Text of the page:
For less than the cost of a regular fish tank, we know get to raise our own fish and greens for a miniscule amount of fossil fuels. It's an exciting step for us towards self sufficiency, and we want to share our methods with you, too.
In the past year, we've experimented with many different forms livestock and home-based butchering. We've successfully mastered raising, breeding and butchering our own meat rabbits and even raised our first pig in a pallet-constructed pig pen before butchering him on our property over the holidays, but starting an aquaponics system was decidedly more tech-involved. Nonetheless, we think it was well worth the effort and should benefit our homestead for years to come.
By definition, an aquaponics system is a blend of aquaculture (the cultivation of fish) and hydroponics (growing plants in water instead of soil). The benefit of combining these two ideas is that plants and fish actually help each other thrive. Fish poop and uneaten food scraps infuse the water with nutrients, which act as a natural fertilizer for the plants growing above. In the same way, the work of the pump in the system aerates the water for the fish, keeping them healthy. It’s a closed loop system where waste is constantly recirculated for the benefit of all organisms.
There are plenty of professional aquaponics systems on the market today, but none can come as cheaply as our simple rain barrel model. Best of all, our system has a capacity of over twenty full grown tilapia, ensuring that it's well worth the space it takes up in the pantry.
The first part of any homestead projecting is gather up the tools and supplies you need (or pilfering them from other projects like we did with our rabbit lawn mower). In order to make this project you will need the following supplies:
- Two food grade 55 gallon barrels, one whole, one with at least 12" of bottom intact
- 1/4" by (1/2" long)Stainless steel carriage bolts
- Stainless steel washers and nuts
- Piece of plexiglass (if you want a peep hole)
- Aquarium safe silicon
- Small aquarium or pond pump
- PVC scrap
- Two 1/2" PVC male adapters and two female adapters
- A working bell siphon and ½” ball valve
Steps for Success
1. First, remove the top from one of your barrels in order to create a twelve inch grow space for your plants on top of the aquaponics system. In the second barrel, cut out two squares in the top third to serve as access points to get at your fish. A drill and jig saw work best for this step.
2. Next, cut out the plexiglass by marking the shape you want and putting masking tape on the bottom of the glass where you plan to make the cuts, in order to prevent the plastic from fusing back together after it gets cut.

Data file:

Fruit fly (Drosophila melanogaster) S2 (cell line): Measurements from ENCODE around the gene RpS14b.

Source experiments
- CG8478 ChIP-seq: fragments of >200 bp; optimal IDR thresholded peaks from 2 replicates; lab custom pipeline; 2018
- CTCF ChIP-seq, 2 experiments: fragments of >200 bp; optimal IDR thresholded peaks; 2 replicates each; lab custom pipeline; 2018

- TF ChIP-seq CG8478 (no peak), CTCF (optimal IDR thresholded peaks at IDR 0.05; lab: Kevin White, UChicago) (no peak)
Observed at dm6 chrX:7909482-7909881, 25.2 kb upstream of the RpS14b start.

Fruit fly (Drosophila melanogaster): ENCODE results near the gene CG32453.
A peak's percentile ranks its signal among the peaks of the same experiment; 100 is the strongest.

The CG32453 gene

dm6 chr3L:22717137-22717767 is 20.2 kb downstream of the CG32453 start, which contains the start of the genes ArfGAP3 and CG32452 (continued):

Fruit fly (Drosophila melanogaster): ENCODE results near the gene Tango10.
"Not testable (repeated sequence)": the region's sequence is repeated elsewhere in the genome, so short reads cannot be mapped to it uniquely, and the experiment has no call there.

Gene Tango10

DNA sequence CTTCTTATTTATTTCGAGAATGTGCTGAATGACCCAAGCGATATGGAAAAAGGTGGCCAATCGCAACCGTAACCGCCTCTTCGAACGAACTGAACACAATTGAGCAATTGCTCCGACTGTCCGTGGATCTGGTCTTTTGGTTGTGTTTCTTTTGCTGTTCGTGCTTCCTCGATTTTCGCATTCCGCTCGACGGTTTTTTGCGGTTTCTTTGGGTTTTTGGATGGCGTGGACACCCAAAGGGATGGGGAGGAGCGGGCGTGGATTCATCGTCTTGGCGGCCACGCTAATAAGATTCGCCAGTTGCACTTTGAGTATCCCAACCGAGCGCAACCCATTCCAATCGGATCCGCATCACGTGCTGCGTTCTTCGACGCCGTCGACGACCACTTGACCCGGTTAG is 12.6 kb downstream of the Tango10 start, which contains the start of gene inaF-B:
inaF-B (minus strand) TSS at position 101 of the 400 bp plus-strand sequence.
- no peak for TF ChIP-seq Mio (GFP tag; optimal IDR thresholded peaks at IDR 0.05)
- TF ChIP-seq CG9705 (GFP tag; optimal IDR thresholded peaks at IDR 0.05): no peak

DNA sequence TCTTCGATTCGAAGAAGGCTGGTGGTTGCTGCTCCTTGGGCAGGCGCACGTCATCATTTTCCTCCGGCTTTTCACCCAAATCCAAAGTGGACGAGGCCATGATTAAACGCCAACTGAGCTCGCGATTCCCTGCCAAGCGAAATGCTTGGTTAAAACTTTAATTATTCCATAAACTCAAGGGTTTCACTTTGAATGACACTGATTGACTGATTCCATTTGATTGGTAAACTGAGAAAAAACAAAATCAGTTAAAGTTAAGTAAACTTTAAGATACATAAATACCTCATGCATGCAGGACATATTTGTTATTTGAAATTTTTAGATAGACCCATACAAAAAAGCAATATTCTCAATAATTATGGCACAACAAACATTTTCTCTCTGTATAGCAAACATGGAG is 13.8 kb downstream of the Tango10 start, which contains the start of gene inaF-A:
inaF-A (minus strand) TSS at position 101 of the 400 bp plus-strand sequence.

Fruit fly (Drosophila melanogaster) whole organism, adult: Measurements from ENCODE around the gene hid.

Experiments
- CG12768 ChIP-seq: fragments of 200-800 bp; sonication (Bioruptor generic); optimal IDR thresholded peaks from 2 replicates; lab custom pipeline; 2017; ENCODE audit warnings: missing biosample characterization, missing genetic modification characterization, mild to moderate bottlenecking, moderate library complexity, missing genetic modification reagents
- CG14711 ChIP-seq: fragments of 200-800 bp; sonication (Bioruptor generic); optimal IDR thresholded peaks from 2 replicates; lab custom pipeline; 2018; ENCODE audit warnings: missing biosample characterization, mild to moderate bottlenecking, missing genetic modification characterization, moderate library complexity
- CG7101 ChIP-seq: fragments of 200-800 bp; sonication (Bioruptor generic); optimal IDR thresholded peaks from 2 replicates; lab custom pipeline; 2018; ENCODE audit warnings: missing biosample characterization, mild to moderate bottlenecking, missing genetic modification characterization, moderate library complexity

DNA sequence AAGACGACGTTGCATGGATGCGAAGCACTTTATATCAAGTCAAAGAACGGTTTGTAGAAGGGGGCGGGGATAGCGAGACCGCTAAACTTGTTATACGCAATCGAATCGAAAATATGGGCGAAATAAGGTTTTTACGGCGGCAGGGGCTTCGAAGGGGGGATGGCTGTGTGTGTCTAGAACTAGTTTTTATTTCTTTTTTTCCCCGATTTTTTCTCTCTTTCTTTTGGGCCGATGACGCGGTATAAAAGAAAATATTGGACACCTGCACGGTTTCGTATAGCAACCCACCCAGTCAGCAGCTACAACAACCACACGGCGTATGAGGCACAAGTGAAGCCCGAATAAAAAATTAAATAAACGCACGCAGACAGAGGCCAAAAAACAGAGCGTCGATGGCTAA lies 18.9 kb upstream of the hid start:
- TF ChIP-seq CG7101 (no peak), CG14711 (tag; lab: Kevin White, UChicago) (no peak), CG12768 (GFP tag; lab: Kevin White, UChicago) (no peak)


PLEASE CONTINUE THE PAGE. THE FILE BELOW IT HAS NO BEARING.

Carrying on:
3. Once you have your plexiglass, mark out where the bolt holes will go (about 2” apart) with a sharpie and drill out the holes. (Apply as little pressure as possible to the plexiglass). Heat the plexiglass in the low heated oven for about five minutes in order to make it easy to bend, and place it inside your newly cut barrel, leaving it in place for ten minutes.
4. Now, using the plexiglass as a guide, drill the middle holes on the window and insert bolts from the inside out, adding a washer and nut in the process. Continue drilling from the middle out, securing the bolts as you go.
5. Once the bolts are in place, seal them with a bead of silicon to make the system watertight. Make sure each bolt is finger tight before going over them all with a wrench as well. The tighter you can get each bolt the more water tight your barrel will be, so take your time!
6. To form the grow bed, take the bottom of your second barrel and cut two holes in the bottom, one in the middle (the drain) and one closer to the side (to feed the pump). Tap each hole with a 3/4” tap, and thread in the male adapter from the top, adding the female adapter to the underside.
7. Set up the bell siphon, media guard, and inlet pipe in the middle hole of the bed, and attach the pump to the underside so that it pumps water from the bottom barrel to the grow bed before draining out the middle.
8. Fill the grow bed with gravel or expanded clay, start your plants and add some fish to the base. Your system is ready to go.
Note: the original instructions we followed can be found at Instructables.com.
We couldn't be happier with how well our rain barrel aquaponics system turned out, and look forward to it lowering our food footprint for years to come. If you choose to make an rain barrel aquaponics system of your own, please contact me about your experience, because I'd love to hear about it!
Lydia Noyes is an Appalachian homesteader and full time freelance writer whose writing on natural living and sustainability can be found all over the web, including her posts for MOTHER EARTH NEWS here. You can connect with Lydia at her personal blog and on Instagram.
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